Here is what you need to make this happen (images below):
- A cheap DVD Player (with composite output): I was able to find one $25-$30 at every electronics store. My understanding is all DVD players can play CD’s. Make sure the DVD player has composite output. The cheapest ones should have this and it will say on the box.
- Adaptor: you will need a “RCA audio to 3.5 female” adaptor. I ordered this one on Amazon and will update the post when it arrives. Another option is to visit Radio Shack or Fry’s and see what they might have. I used some connectors I already had (yes I am a geek)
That is all! If you are curious about the headphones I use look here. The headphone splitter I use can be found here.
This is what the adaptor looks like…
The back of the DVD player needs to have composite output. Often called RCA or Red/White cables…
In this video I show how I use this app for a large group lesson on Nouns and then incorporate the large group lesson into our literacy centers.
You can see more explain everything examples HERE, HERE and HERE.
The noun literacy centers can be downloaded here-> Noun Sorting Pics, Noun Recording Sheet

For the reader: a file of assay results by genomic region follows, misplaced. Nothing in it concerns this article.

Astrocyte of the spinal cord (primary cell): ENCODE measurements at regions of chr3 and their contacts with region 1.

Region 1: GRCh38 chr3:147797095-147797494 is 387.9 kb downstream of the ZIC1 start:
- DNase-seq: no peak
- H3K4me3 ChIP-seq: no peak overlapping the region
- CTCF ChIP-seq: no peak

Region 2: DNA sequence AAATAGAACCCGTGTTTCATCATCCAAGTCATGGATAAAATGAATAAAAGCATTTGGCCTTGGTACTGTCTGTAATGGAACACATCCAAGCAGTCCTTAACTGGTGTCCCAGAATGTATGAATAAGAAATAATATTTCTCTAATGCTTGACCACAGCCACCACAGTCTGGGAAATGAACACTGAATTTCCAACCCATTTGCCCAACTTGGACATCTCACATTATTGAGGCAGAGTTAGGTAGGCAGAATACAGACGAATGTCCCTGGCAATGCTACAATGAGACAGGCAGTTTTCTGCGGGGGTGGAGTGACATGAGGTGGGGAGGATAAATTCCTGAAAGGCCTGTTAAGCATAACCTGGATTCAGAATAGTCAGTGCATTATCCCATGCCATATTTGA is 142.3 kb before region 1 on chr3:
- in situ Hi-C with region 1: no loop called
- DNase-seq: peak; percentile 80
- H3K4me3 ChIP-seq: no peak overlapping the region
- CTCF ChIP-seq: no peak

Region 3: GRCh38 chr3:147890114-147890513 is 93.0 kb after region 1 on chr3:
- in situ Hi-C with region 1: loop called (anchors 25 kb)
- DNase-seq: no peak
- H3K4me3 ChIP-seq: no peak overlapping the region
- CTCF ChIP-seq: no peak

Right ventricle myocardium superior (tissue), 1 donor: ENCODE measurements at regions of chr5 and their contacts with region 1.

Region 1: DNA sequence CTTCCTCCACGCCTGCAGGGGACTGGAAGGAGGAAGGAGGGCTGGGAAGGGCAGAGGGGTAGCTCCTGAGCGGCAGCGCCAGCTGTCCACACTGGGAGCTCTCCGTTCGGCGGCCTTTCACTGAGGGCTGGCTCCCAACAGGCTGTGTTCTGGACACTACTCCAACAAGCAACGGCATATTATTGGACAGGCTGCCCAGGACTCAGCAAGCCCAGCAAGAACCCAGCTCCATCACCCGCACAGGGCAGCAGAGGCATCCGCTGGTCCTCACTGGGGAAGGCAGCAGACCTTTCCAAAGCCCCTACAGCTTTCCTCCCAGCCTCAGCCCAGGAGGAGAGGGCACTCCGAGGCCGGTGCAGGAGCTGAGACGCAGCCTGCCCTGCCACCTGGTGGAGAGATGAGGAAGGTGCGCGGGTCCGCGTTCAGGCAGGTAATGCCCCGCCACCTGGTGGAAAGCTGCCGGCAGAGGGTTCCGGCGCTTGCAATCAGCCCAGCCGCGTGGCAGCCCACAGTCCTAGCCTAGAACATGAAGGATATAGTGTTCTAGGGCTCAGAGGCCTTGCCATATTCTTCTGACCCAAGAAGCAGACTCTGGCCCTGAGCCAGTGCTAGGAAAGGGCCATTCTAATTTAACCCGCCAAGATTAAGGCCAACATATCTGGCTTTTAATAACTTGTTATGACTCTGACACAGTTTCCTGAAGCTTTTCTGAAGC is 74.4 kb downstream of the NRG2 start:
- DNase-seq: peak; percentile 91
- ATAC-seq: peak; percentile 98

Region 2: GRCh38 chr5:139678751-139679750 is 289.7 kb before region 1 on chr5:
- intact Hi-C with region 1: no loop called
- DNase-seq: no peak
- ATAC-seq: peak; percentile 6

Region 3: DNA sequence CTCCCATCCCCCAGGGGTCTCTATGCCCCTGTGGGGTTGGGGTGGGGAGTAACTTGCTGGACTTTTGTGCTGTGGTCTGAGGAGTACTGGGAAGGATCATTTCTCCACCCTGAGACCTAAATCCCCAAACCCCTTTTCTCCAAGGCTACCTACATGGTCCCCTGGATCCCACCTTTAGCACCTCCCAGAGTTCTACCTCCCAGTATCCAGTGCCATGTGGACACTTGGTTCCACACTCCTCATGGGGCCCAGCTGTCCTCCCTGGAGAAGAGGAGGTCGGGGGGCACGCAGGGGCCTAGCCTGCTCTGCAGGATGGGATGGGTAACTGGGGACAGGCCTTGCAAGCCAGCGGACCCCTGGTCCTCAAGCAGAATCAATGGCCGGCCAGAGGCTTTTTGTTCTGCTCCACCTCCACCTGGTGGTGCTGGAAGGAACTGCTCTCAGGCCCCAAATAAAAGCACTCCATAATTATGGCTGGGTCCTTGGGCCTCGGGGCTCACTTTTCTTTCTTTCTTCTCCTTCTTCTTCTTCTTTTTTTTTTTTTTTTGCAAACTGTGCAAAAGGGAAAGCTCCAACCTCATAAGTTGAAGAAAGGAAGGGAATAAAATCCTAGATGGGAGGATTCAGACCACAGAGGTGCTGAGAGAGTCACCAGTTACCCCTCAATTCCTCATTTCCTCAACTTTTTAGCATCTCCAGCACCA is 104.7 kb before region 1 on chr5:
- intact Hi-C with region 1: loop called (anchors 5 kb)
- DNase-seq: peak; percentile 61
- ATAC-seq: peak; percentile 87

I have written about how we use this app in my class to document and share our weather (see here) but I wanted to remind everyone about this great app and share the new options available. The one I am the most excited about (seen above) displays the weather on a thermometer with both Fahrenheit and Celsius. This is very valuable for us because we share our weather with classes around the world using Twitter. Other options I am excited about are shown below. The kids love helping to take the picture and keeping track of how the weather changes during the seasons.
** I always blur out the part of the image that shows our location using the Skitch app because I don’t like to share our exact location on twitter.
Below is a 7 minute video outlining the basics of using this great app. There is a FREE version (Popplet Lite) as well as a paid version ($4.99.) I discuss the difference between the versions in the video.
I have written about using this app HERE, HERE and HERE.